When Seth Berkowitz, president of online automotive research portal Edmunds.com, met with a major franchise dealer in San Francisco, he was greeted with a shocking glimpse into what the future of automotive retailing may hold.

“My store has become meaningless; it’s just a place that houses my employees,” the dealer told Berkowitz. “It could just as well be a warehouse.”  

The dealer, whom Berkowitz didn’t identify, said his commercial presence today is digital, even more so than the actual buildings that still house his fixed operations and other management functions. The digital space is where his business’s “true essence” is to be found, he said.

While most dealers likely would reject such a radical shift in business models, sales today are being increasingly driven by tech-savvy consumers wielding mobile devices, apps and a new shopping mindset.  

This change is evident in the latest WardsAuto e-Dealer 100, which lists 284,514 Internet-enabled new- and used-vehicle sales in 2013, up from 255,898 in 2012 and 82,000 in 2002.

“When today’s consumers, especially Gen Y buyers, are surveyed, they clearly say that given a choice, they’d rather have less physical interaction with the dealership in the car-buying process,” says Dale Pollack, founder of vAuto, an inventory-management firm. “These are kids who have grown up in the Internet age, and buying things online is the norm.”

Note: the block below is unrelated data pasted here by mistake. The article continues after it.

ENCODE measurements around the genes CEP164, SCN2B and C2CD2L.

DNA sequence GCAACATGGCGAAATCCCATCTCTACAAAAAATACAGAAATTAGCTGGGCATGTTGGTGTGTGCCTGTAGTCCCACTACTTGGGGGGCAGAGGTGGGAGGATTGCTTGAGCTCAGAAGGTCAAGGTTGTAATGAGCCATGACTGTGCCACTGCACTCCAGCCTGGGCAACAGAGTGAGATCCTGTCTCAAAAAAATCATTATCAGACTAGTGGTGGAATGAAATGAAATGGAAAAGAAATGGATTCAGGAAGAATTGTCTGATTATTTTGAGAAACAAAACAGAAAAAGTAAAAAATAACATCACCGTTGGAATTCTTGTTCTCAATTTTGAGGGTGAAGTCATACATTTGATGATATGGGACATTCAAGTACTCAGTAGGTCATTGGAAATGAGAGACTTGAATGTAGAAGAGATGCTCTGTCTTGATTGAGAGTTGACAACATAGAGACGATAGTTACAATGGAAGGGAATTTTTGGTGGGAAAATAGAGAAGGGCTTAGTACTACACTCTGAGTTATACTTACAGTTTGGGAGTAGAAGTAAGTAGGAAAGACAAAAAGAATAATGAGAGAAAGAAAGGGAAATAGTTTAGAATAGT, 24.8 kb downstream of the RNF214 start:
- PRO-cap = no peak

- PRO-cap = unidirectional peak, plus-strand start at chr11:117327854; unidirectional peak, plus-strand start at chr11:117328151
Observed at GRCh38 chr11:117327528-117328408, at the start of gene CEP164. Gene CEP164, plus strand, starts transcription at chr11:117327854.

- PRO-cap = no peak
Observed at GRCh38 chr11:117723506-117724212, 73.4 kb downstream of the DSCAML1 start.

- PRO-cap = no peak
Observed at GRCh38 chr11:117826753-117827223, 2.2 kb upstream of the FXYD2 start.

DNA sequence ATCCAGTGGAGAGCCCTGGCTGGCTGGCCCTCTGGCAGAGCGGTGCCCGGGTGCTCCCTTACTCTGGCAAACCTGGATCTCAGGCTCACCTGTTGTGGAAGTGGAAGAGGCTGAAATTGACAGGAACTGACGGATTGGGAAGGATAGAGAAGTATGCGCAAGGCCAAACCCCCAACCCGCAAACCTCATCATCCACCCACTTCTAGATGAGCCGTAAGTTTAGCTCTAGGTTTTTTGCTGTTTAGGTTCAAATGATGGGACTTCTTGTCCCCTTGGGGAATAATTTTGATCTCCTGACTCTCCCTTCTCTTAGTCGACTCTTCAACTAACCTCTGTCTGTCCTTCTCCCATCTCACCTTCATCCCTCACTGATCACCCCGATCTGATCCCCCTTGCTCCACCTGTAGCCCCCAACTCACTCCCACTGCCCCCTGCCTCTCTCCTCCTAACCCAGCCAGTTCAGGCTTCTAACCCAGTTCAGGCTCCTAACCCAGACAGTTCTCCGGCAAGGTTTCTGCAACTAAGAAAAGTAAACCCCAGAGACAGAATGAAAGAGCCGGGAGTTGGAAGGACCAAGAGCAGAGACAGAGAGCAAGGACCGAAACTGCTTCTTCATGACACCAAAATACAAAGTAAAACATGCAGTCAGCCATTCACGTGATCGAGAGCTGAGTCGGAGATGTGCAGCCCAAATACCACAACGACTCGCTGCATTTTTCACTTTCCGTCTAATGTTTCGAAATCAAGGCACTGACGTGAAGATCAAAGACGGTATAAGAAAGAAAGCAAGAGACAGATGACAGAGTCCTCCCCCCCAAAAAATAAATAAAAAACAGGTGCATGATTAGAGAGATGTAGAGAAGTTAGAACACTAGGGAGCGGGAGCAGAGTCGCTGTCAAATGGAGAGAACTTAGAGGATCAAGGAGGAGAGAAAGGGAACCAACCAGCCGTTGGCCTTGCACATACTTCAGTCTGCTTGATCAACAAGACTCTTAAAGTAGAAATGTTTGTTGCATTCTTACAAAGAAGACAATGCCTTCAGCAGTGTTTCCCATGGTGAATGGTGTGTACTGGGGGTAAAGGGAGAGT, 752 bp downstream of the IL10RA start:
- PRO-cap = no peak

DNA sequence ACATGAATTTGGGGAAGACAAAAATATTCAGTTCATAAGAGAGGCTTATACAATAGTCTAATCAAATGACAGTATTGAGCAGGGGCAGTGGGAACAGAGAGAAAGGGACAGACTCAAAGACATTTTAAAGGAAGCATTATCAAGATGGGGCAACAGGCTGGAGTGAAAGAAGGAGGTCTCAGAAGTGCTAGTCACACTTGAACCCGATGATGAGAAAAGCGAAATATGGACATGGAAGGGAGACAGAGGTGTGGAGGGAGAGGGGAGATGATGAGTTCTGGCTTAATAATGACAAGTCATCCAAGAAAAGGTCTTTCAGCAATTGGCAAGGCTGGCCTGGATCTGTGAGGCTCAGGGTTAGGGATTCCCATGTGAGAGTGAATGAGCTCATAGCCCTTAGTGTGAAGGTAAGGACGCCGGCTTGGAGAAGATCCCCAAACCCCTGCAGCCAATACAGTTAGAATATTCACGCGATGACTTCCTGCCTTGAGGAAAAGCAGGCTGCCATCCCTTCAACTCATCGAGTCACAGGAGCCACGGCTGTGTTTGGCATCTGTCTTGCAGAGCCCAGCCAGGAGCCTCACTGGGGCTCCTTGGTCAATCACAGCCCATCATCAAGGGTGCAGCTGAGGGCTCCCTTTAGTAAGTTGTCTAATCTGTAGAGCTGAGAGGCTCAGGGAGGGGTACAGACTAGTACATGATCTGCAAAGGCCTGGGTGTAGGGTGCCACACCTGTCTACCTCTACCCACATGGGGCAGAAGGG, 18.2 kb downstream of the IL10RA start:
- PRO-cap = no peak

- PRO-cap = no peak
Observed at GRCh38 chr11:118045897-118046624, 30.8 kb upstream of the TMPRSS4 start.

Foresight Research asked 7,543 new-car buyers in 2013 what changes in the dealership experience they would like to see with their next new-vehicle purchase. Forty-five percent wanted online price negotiation, 40% specified online trade-in negotiation, and 265of the polled buyers said they would like to be able to conduct the entire vehicle purchase process online.

“There was significantly more interest for all of these things for folks under 55, so that may indicate it is the wave of the future,” says Nancy Walter, Foresight vice president-business development.

Regularly appearing are new products and services designed to satisfy evolving customer preferences and introduce dealers to new e-commerce solutions that promise bigger profits.   

General Motors’ Shop-Click-Drive tool lets shoppers select a vehicle from a dealer’s inventory, review incentives, calculate payments and apply for financing – all online. Several third-party lead providers such as Kelley Blue Book, TrueCar and Edmunds have introduced enhanced consumer websites with more functionality.

Toyota Financial Services is using an online automotive-loan origination system. The company says e-contracting lets dealerships phase out paper contracts while increasing accuracy and reducing the time needed to approve and fund loans.